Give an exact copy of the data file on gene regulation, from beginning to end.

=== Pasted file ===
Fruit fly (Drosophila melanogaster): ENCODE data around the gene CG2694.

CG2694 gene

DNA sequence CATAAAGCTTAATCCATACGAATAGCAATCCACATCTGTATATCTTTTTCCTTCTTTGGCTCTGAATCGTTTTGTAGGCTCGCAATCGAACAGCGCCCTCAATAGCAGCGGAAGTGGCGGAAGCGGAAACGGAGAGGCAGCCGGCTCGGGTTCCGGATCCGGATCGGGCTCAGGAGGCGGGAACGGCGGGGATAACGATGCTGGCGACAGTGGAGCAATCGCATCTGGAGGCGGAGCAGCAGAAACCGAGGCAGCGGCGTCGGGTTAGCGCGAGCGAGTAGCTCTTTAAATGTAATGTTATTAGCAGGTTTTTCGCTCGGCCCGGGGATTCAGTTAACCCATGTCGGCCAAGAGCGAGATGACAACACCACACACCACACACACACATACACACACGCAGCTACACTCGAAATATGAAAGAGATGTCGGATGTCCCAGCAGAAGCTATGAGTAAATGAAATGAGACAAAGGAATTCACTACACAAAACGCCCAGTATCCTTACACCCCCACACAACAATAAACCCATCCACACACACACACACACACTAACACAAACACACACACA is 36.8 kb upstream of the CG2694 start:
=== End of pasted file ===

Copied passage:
Fruit fly (Drosophila melanogaster): ENCODE data around the gene CG2694.

CG2694 gene

DNA sequence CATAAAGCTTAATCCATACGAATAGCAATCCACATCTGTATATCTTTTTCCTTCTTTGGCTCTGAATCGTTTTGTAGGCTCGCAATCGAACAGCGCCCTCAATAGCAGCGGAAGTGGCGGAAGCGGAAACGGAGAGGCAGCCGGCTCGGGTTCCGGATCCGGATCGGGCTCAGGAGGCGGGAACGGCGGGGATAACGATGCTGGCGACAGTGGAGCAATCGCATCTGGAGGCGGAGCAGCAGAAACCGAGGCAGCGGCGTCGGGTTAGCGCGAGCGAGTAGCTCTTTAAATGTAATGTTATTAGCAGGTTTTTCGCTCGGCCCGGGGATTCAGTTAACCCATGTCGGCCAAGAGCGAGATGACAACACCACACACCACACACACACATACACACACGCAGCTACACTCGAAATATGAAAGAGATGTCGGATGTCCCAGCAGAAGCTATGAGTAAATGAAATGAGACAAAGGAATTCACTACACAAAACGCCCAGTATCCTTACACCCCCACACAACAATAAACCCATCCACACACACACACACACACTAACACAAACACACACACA is 36.8 kb upstream of the CG2694 start: